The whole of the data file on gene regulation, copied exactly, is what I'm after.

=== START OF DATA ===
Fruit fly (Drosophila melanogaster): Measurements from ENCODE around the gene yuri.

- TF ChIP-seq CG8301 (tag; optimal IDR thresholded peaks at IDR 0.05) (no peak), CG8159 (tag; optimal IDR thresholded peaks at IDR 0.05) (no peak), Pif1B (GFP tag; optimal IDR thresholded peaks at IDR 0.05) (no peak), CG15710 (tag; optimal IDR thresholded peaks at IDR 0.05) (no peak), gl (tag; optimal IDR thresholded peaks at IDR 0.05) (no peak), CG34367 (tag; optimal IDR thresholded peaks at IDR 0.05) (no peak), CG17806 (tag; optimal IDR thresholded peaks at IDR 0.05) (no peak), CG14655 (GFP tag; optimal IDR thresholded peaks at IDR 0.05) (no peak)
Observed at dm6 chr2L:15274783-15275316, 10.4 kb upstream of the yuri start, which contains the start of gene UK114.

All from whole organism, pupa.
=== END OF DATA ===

Fruit fly (Drosophila melanogaster): Measurements from ENCODE around the gene yuri.

- TF ChIP-seq CG8301 (tag; optimal IDR thresholded peaks at IDR 0.05) (no peak), CG8159 (tag; optimal IDR thresholded peaks at IDR 0.05) (no peak), Pif1B (GFP tag; optimal IDR thresholded peaks at IDR 0.05) (no peak), CG15710 (tag; optimal IDR thresholded peaks at IDR 0.05) (no peak), gl (tag; optimal IDR thresholded peaks at IDR 0.05) (no peak), CG34367 (tag; optimal IDR thresholded peaks at IDR 0.05) (no peak), CG17806 (tag; optimal IDR thresholded peaks at IDR 0.05) (no peak), CG14655 (GFP tag; optimal IDR thresholded peaks at IDR 0.05) (no peak)
Observed at dm6 chr2L:15274783-15275316, 10.4 kb upstream of the yuri start, which contains the start of gene UK114.

All from whole organism, pupa.